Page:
About us

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Dilemme® is the result of 22 years of experience in providing support and guidance pertaining to the prevention of excessive debt.

Through its Dilemme budgetary education program, the CRÉSUS Foundation has set itself the mission of using a fun, interactive method to get people of all ages to think about questions relating to budget management, the advantages and risks of various methods of payment, how banks and insurance firms operate, credit and savings accounts – all in a context of exchange, integration and social responsibility, both individual and collective. The primary objective is to help every participant become an independent, responsible citizen.

Generally speaking, French and European citizens do not have a solid grasp of budgetary and financial concepts, both of which could help them to optimise their overall purchasing power.  Young people in France leave school without any educational background in personal finance; any knowledge they do have generally comes from their family. Households lacking basic insight into  budgetary and financial practices have more difficulty saving money and managing their revenues effectively (Stango and Zinman, 2007), and are consequently unable to build up resources in the mid- to long term (Lusardi and Mitchell, 2006, 2007, 2009). Such citizens are also easy targets for a society in which consumer temptation is everywhere. Access to improperly controlled credit, dematerialised methods of payment (in constant evolution and carrying untold risks), as well as banking products that are becoming more and more sophisticated – all of these factors are competing to exploit a segment of the population who are unable to defend themselves against a seemingly faceless banking and insurance sector.

In the context of a negative financial climate, in which insecurity and unforeseen factors are affecting people at every level of society, budgetary and financial awareness training is an effective and necessary initiative, though unfortunately the process could and should have begun much sooner. This kind of training allows each individual to become the master of their own destiny, fully aware of the dangers of short-termism and capable of managing interactions with complex social institutions on an equal footing. In France today, an emergency debt assistance request is filed every 2 minutes. Contrary to popular belief, excessive debt is a problem faced mostly by individuals who are employed and earn more than the minimum wage (only 16% of those seeking debt assistance with CRÉSUS in 2013 were unemployed).  In 2013, twice as many of the people receiving help from CRÉSUS were earning €5000 or more than were receiving welfare benefits (RSA).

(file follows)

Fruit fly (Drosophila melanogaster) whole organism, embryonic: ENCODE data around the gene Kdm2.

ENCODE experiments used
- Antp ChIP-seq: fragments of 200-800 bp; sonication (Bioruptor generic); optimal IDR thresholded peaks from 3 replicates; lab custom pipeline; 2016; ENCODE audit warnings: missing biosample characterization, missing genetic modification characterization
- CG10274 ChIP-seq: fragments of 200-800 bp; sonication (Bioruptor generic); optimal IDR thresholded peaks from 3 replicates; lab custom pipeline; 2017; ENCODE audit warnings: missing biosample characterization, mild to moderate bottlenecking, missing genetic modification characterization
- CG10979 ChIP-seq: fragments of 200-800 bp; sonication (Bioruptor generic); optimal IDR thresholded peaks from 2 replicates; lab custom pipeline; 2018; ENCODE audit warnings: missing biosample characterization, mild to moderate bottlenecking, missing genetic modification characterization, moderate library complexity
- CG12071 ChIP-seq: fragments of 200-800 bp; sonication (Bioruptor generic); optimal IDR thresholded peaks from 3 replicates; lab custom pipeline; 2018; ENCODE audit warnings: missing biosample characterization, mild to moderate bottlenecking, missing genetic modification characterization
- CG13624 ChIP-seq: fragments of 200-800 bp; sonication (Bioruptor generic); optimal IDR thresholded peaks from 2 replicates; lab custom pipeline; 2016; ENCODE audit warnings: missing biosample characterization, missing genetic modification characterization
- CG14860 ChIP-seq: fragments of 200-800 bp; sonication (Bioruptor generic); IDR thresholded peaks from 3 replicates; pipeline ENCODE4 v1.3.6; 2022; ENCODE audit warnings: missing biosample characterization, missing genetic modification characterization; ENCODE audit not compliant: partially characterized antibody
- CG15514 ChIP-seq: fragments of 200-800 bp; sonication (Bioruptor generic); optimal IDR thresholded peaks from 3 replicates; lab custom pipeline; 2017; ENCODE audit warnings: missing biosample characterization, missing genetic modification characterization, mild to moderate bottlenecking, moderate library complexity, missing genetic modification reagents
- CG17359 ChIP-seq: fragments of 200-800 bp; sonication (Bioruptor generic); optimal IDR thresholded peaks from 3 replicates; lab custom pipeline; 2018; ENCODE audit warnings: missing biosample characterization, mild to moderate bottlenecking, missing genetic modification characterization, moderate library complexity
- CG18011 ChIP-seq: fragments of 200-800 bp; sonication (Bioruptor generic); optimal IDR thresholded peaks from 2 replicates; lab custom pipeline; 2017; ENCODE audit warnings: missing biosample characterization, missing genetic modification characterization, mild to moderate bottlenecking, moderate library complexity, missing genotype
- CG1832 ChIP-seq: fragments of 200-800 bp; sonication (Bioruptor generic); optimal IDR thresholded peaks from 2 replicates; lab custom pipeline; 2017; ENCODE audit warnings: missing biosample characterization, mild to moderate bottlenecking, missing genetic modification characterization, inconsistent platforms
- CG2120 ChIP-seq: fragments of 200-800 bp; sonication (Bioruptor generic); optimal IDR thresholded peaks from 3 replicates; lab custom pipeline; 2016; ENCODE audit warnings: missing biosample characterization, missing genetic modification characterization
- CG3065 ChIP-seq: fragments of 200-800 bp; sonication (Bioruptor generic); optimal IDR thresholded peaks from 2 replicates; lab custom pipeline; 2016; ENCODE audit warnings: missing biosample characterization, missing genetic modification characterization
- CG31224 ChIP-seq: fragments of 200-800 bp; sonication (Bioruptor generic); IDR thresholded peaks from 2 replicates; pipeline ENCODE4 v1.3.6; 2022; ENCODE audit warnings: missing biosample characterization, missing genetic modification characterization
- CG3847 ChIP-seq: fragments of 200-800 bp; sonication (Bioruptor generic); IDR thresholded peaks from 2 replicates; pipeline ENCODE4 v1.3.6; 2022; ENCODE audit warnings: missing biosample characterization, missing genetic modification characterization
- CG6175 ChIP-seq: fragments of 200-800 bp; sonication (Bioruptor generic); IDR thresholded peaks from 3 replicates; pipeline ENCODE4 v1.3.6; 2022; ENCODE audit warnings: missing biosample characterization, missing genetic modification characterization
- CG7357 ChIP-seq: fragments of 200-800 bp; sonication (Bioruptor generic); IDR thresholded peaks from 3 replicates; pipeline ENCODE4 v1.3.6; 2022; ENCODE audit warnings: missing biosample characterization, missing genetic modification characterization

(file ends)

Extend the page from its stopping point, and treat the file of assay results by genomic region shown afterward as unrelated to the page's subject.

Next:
Budgetary and financial education programmes are still not made available to young people, who leave the education system without the basic practical knowledge that would enable them to achieve financial independence and avoid the risk of falling into poverty. Because talking about money is something of a taboo, budgetary education programs often fail to keep participants engaged. Magistrate’s Courts meanwhile, may hand down instructions as a teacher to a student, but rarely manage to generate exchange or debate, or shared experience leading to sustainable changes in behaviour.

Meanwhile, we live in a society in which certain groups and institutions may evolve quite separately of one another, and where the behaviour of professionals in the banking and insurance sector towards certain clients generates deep suspicion and apprehension in the local population – meaning that finance professionals and their institutions are poorly understood and suffer from negative public image. Budgetary and financial education sessions using Dilemme may also allow professionals from the banking and insurance sectors to review some of their methods and modes of communication.

Key Figures: 

  • 42 % of people do not know how to calculate the annual interest rate on a sum of €100

  • 84.6 % of people think that financial products and services are complicated and confusing

  • 58 % of the population struggle to pay their bills at the end of each month

  • 46 % of French people think that they don’t know enough about the subject to understand a document containing commercial information about a financial service or investment. 

Sources : CRÉDOC, Enquête sur « La culture financière des Français », 2011   l   IFOP, Audencia, Enquête sur la vulnérabilité financière des Français, 2014
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